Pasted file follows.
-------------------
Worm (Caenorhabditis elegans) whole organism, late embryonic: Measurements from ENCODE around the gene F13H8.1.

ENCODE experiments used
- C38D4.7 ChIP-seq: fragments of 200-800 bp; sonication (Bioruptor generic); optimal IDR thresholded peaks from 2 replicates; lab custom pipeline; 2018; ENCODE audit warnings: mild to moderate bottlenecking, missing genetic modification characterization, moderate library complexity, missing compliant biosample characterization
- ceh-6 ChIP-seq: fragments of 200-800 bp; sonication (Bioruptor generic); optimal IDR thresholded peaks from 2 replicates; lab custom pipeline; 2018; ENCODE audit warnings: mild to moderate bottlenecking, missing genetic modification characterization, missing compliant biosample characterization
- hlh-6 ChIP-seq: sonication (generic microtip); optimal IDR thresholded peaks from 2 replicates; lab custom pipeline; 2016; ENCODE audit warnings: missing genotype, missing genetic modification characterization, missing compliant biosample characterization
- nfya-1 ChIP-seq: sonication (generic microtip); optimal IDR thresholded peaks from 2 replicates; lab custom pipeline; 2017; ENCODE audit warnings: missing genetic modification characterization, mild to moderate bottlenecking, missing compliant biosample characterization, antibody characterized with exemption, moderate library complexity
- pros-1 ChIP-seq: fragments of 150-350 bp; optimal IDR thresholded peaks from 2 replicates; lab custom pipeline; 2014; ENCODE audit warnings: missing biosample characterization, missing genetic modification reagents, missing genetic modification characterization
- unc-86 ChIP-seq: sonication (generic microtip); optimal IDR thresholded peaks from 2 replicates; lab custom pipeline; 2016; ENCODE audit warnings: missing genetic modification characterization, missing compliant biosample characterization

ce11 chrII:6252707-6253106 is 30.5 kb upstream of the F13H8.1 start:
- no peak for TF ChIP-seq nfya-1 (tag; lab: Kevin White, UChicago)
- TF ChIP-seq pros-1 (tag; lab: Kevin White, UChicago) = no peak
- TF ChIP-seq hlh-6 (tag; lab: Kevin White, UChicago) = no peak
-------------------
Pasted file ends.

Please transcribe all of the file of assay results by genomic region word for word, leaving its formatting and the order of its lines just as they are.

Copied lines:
Worm (Caenorhabditis elegans) whole organism, late embryonic: Measurements from ENCODE around the gene F13H8.1.

ENCODE experiments used
- C38D4.7 ChIP-seq: fragments of 200-800 bp; sonication (Bioruptor generic); optimal IDR thresholded peaks from 2 replicates; lab custom pipeline; 2018; ENCODE audit warnings: mild to moderate bottlenecking, missing genetic modification characterization, moderate library complexity, missing compliant biosample characterization
- ceh-6 ChIP-seq: fragments of 200-800 bp; sonication (Bioruptor generic); optimal IDR thresholded peaks from 2 replicates; lab custom pipeline; 2018; ENCODE audit warnings: mild to moderate bottlenecking, missing genetic modification characterization, missing compliant biosample characterization
- hlh-6 ChIP-seq: sonication (generic microtip); optimal IDR thresholded peaks from 2 replicates; lab custom pipeline; 2016; ENCODE audit warnings: missing genotype, missing genetic modification characterization, missing compliant biosample characterization
- nfya-1 ChIP-seq: sonication (generic microtip); optimal IDR thresholded peaks from 2 replicates; lab custom pipeline; 2017; ENCODE audit warnings: missing genetic modification characterization, mild to moderate bottlenecking, missing compliant biosample characterization, antibody characterized with exemption, moderate library complexity
- pros-1 ChIP-seq: fragments of 150-350 bp; optimal IDR thresholded peaks from 2 replicates; lab custom pipeline; 2014; ENCODE audit warnings: missing biosample characterization, missing genetic modification reagents, missing genetic modification characterization
- unc-86 ChIP-seq: sonication (generic microtip); optimal IDR thresholded peaks from 2 replicates; lab custom pipeline; 2016; ENCODE audit warnings: missing genetic modification characterization, missing compliant biosample characterization

ce11 chrII:6252707-6253106 is 30.5 kb upstream of the F13H8.1 start:
- no peak for TF ChIP-seq nfya-1 (tag; lab: Kevin White, UChicago)
- TF ChIP-seq pros-1 (tag; lab: Kevin White, UChicago) = no peak
- TF ChIP-seq hlh-6 (tag; lab: Kevin White, UChicago) = no peak